Despite an unprecedented government shutdown and political feuds over trade policies, American consumers continued to shop during the 2018 holiday season, which saw a 2.9 percent growth overall and an 11.5 percent increase in online sales, according to the National Retail Federation (NRF).
Overall growth, however, was less than anticipated by the NRF, which projected that holiday sales from November 1 through December 31 would grow between 4.3 percent and 4.8 percent. Included in the total $707.5 billion in overall sales is $146.8 billion in online and other non-store sales. It was expected that the online sector of retail would increase between an 11 percent and 15 percent, and the sector just squeaked over the threshold with an 11.5 percent increase.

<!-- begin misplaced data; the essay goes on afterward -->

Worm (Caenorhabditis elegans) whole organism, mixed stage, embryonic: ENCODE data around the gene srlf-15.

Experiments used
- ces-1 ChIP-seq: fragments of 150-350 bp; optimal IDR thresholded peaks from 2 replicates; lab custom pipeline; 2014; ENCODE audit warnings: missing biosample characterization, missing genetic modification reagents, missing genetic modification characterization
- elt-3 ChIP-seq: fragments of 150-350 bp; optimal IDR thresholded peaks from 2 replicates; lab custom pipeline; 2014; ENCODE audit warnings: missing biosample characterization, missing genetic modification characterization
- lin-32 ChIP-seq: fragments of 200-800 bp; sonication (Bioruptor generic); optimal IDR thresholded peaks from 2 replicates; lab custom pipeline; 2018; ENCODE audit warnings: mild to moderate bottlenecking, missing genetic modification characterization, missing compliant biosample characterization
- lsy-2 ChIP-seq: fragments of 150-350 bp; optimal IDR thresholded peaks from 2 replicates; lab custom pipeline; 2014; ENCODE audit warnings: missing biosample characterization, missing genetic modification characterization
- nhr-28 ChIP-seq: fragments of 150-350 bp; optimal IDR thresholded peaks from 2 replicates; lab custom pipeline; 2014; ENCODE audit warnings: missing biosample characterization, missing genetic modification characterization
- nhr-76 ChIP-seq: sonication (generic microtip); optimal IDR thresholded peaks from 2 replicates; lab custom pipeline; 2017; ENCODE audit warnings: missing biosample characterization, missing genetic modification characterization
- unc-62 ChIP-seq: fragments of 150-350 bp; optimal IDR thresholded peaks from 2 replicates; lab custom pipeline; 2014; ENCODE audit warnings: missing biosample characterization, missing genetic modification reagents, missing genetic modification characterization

According to the NRF, the findings were potentially skewed because of a delay in data collection. “Today’s numbers are truly a surprise and in contradiction to the consumer spending trends we were seeing, especially after such strong October and November spending,” NRF chief economist Jack Kleinhenz said in a press release.
“The combination of financial market volatility, the government shutdown and trade tensions created a trifecta of anxiety and uncertainty impacting spending and might also have misaligned the seasonal adjustment factors used in reporting data. This is an incomplete story and we will be in a better position to judge the reliability of the results when the government revises its 2018 data in the coming months.”